This is where the PUSA bio-decomposer from the Indian Agriculture Research Institute (IARI) fits right into the picture. It is a bio-enzyme, which is sprayed onto the harvested stubble, after which the soil is rotated and irrigated for the next few days. This provides the PUSA fungi an ideal environment for decomposing the stubble, and if carried out with precision, within  days, the soil is ready for sowing the next crop. Besides taking care of the crop residue without burning, it improves soil quality and reduces the dependence on chemical fertilizers for the next crop. 

Digitising The Model For Cost & Service Efficiency
Digitization of service delivery provides an effective way of ensuring success of large scale solutions. Previously reaching to individual farmers was a trouble, but today, availability of smartphones and internet connectivity enables the flow of knowledge and solutions to the grassroots is seamless manner. 

Digital connectivity provides an opportunity for educating farmers about the benefits of adopting newer sustainable models and reinforcing the message to help with broadscale adoption. Since digitisation is still in its nascent stages with the agricultural community, group level or one on one trainings with farmers are often required to sensitise them on the existence of these solutions and the mode of availing them. Post this, apps designed in their vernacular can keep them in touch with information about best practices related to their crops, including benefits of regenerative practices like composting the stubble using the PUSA decomposer.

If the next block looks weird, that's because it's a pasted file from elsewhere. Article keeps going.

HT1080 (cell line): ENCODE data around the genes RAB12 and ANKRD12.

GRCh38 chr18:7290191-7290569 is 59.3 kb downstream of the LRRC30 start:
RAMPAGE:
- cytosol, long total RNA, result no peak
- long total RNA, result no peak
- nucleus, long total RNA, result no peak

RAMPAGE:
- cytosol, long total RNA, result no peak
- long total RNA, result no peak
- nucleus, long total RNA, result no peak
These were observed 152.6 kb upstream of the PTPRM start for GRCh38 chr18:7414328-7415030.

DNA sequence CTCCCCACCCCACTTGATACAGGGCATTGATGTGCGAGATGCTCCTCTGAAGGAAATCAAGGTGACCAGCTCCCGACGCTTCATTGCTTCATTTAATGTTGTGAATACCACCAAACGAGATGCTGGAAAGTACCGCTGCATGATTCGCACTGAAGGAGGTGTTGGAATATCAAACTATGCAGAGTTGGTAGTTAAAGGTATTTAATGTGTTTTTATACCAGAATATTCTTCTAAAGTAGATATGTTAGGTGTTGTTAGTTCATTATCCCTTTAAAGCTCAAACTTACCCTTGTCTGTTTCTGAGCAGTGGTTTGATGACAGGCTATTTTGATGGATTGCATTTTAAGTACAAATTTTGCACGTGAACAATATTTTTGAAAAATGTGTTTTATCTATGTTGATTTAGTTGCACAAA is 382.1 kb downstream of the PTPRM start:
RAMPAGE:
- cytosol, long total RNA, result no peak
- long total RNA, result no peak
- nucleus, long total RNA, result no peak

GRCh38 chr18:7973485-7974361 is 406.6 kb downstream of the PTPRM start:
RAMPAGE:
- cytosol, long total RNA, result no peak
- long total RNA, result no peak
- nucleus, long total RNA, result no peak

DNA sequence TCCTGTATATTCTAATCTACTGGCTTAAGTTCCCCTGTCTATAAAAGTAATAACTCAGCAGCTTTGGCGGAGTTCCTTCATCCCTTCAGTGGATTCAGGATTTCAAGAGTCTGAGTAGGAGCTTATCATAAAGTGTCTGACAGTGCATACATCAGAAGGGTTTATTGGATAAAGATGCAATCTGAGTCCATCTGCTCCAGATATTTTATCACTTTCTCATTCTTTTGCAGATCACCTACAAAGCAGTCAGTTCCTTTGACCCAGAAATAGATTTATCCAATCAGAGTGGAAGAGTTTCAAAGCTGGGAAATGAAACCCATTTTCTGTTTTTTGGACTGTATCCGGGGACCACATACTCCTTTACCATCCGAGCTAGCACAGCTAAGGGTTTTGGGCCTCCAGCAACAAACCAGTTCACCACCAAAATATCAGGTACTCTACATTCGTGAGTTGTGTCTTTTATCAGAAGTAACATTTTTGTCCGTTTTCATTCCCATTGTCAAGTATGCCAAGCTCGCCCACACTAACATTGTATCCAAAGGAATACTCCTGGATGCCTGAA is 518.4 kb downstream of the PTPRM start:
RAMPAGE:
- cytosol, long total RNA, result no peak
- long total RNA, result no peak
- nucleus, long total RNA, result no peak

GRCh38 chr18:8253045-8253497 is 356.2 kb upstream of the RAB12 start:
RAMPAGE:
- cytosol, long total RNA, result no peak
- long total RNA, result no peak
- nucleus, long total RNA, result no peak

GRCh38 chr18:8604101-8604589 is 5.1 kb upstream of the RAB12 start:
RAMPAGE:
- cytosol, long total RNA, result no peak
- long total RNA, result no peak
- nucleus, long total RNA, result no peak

Given the nature of the end consumer, an amalgamation of physical and digital models works best, where field personnel sensitize the farmers and bring them on board, while the digital platform drives planning and efficient mobilization of the machines. For example in the case of decomposing stubble, once the farmer has downloaded the app, he/she can inform the service provider about his harvest date. The app can then allocate operators and deploy machines around this date to spray the bio-enzyme. Sensors on the spraying machine help with geo-tagging and analysing the area sprayed, thus making it easier to map operators and quantify the product usage. 

The digital model makes managing data, logistics, human resources allocation, and regular interventions with the farmers easier, thus significantly reducing the overall cost of the service model while improving its efficiency manifolds.

Tech Based Impact Monitoring